Home » General » From the Other Side of the Forestry Office…

The care and maintenance of City trees is a core function of the Forestry Division. Over the past year, the Forestry Division received 5234 requests for tree inspections, plus an additional 4442 urgent calls for problems like broken or fallen branches. But who inspects the trees? Who dispatches the crews? And how does the system work? This article is mainly about the inspections; urgent calls are for another time.

Residents make inspection requests by calling 311, using 311 online or entering info in their smart phone. We advise people to use a phone and talk to a 311 operator. The operators are trained professionals who know the system. They ask the right questions and direct the information through the system to the right agency. This can significantly speed things up, and is more likely to get results.

The Forestry Division has the City divided into six areas, each “belongs to” an Urban Forester. The Urban Foresters sort the requests for their area, map routes, and visit each inspection site. If the tree is City owned, on a street right of way or parkland, and if it meets the criteria for maintenance work (including removal), a work order is created.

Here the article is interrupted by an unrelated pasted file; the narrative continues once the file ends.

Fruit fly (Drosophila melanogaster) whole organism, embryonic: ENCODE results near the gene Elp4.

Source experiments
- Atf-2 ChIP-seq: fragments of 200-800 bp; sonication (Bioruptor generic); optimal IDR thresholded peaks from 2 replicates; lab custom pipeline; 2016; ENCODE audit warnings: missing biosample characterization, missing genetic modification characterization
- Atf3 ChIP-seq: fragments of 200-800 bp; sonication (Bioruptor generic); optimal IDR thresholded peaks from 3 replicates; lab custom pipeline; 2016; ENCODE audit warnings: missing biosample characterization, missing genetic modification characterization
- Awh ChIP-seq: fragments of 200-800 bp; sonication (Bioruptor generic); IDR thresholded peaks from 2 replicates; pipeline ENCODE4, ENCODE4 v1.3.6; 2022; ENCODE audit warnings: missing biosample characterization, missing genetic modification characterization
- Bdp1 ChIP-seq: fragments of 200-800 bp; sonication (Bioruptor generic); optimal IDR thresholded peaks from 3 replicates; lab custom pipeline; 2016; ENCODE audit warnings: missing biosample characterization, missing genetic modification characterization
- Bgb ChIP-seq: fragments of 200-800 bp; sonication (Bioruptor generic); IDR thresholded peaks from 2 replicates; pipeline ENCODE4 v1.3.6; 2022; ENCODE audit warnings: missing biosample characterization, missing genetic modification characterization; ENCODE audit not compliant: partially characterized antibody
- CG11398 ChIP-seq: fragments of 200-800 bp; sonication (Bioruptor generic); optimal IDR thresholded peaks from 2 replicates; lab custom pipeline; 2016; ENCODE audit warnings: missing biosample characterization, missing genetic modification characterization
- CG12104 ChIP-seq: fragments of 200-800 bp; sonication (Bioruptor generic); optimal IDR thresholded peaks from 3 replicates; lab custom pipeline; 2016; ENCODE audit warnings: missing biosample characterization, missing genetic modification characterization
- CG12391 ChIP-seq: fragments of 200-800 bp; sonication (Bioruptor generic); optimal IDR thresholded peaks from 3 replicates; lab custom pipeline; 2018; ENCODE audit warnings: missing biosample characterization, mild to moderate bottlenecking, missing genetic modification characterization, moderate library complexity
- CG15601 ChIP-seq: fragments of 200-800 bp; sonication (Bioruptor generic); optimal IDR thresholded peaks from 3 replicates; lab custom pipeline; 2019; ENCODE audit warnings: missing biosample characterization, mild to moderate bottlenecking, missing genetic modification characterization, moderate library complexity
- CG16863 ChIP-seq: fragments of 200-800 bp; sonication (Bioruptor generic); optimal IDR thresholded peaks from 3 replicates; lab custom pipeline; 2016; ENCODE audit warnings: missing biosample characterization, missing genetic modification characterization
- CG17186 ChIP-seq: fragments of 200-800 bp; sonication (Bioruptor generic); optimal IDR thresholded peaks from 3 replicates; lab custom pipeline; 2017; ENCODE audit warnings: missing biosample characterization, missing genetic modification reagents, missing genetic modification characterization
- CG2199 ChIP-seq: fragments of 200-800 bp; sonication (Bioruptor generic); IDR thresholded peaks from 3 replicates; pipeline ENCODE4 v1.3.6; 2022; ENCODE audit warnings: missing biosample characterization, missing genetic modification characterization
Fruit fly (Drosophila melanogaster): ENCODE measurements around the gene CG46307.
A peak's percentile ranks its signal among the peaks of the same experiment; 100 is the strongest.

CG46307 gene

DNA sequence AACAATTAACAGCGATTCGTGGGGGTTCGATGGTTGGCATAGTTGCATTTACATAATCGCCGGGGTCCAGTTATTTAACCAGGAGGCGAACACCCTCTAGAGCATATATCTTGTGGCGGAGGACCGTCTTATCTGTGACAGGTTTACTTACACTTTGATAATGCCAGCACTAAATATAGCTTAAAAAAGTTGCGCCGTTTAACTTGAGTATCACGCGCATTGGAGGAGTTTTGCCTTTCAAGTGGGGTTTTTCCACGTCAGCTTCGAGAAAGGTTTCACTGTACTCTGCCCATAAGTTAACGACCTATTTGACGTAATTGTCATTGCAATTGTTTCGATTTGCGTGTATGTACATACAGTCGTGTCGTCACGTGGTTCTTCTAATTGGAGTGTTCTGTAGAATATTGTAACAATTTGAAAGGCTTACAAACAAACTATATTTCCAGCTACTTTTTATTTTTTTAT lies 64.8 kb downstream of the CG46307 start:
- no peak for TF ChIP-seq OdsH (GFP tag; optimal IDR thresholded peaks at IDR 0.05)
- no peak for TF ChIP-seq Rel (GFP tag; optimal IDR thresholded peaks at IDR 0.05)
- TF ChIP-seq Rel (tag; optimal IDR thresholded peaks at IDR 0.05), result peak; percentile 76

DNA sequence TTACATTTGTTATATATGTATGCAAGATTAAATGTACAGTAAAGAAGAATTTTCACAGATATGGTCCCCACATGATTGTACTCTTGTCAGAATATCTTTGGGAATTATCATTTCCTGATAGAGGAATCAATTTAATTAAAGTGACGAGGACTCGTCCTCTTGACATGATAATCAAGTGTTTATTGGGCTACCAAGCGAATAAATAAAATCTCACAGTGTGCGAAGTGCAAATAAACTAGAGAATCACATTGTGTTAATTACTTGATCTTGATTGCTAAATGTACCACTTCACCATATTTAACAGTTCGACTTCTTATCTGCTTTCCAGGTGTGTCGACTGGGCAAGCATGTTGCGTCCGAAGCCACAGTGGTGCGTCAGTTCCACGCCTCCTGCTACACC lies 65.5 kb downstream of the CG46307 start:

Tree posted for removal, note geo-coding and date

The work orders go to our General Foreman and the front desk. There, the work orders are prioritized and in their turn, assigned to a contractor or crew that performs the work. Finally, a quality assurance person checks to be sure the work has been done properly. When all is good, the completed work is recorded in our new Tree Inventory, and the order is closed.

An office reminder

Forestry gets the most calls between April and October. As soon as the trees leaf out in the spring, people start calling. When the wind and rain bend branches and rustle leaves, people call. People are outside more at this time of year, they see problems, and they call. This is also storm season. Trees can get damaged in high winds and are more susceptible to that damage when in leaf. Often at this time of year, the Forestry Division put other activities on hold so that inspections and maintenance work can be completed faster.

For next time, urgent service requests and addition work as assigned!

Gary Letteron, Urban Forester
August 2018